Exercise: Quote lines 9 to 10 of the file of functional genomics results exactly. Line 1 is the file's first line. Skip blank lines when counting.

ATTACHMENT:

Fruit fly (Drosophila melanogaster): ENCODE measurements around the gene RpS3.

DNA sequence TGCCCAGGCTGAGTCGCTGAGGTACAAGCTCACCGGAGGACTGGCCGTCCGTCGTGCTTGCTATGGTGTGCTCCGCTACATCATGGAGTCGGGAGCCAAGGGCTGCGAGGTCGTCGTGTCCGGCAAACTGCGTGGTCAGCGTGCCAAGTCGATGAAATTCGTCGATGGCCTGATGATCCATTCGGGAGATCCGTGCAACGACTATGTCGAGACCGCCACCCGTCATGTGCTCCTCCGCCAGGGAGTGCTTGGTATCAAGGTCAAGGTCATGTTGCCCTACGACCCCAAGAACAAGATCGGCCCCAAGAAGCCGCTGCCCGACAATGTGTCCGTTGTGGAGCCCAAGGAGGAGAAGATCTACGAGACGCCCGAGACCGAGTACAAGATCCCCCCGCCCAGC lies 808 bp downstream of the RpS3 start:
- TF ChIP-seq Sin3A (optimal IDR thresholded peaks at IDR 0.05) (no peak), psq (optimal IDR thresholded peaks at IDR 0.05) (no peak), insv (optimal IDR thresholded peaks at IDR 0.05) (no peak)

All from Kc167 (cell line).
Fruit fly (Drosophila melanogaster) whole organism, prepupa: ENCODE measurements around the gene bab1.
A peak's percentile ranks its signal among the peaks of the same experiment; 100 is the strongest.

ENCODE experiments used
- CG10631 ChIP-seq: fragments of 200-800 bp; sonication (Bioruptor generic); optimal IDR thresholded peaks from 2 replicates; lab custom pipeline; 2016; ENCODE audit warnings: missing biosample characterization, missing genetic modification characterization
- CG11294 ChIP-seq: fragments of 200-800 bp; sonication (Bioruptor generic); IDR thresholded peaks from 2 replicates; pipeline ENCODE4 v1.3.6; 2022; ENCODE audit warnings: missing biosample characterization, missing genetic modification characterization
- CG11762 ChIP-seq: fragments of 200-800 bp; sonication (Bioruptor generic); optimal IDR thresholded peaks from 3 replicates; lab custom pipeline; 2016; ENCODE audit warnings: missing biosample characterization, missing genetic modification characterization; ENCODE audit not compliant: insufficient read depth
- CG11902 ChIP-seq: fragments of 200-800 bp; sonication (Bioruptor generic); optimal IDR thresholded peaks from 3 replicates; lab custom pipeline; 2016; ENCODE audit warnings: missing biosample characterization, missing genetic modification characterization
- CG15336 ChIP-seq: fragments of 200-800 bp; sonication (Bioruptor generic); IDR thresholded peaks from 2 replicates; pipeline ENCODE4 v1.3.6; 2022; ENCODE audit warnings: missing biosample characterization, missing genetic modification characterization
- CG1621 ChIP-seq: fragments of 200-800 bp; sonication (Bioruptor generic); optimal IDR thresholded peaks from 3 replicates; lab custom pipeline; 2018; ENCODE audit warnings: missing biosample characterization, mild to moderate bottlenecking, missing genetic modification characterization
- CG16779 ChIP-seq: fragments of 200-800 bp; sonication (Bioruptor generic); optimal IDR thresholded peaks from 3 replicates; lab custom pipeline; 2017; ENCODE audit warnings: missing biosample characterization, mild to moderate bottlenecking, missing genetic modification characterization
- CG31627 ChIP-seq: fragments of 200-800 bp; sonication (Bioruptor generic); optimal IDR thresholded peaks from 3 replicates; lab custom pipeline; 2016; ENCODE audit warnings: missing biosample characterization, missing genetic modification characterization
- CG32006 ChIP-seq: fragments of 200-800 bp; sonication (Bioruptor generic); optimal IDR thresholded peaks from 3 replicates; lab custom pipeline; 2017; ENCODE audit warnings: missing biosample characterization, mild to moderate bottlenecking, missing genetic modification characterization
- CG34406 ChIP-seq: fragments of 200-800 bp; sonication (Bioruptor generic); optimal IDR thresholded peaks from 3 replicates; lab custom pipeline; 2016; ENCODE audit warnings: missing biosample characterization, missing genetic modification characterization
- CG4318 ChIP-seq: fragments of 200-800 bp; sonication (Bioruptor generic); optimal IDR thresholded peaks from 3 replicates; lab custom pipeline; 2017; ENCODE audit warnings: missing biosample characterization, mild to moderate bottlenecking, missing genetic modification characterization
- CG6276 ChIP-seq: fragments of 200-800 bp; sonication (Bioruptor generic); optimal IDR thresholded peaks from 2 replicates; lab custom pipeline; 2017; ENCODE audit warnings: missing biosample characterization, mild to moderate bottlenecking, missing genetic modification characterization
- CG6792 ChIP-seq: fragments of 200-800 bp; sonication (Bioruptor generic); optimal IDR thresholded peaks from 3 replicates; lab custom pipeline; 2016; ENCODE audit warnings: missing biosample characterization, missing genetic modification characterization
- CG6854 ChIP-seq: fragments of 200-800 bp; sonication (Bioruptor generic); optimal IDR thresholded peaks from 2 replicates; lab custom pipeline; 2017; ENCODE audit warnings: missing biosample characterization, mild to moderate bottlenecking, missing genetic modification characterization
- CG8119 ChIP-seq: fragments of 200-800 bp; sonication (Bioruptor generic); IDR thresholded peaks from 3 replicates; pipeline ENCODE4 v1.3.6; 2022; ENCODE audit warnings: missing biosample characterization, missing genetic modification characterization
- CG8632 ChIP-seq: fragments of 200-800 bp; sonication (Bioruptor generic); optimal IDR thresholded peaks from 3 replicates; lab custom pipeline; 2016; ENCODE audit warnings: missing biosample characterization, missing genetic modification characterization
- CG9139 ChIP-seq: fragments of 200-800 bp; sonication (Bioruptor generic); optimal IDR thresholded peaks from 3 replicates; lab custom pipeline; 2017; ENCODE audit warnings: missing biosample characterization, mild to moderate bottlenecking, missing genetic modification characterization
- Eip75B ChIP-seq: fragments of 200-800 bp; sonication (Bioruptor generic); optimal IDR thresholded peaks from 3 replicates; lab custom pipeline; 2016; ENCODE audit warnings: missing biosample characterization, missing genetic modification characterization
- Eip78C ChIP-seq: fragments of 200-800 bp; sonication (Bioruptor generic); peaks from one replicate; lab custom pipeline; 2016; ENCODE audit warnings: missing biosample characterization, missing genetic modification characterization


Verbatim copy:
- CG11294 ChIP-seq: fragments of 200-800 bp; sonication (Bioruptor generic); IDR thresholded peaks from 2 replicates; pipeline ENCODE4 v1.3.6; 2022; ENCODE audit warnings: missing biosample characterization, missing genetic modification characterization
- CG11762 ChIP-seq: fragments of 200-800 bp; sonication (Bioruptor generic); optimal IDR thresholded peaks from 3 replicates; lab custom pipeline; 2016; ENCODE audit warnings: missing biosample characterization, missing genetic modification characterization; ENCODE audit not compliant: insufficient read depth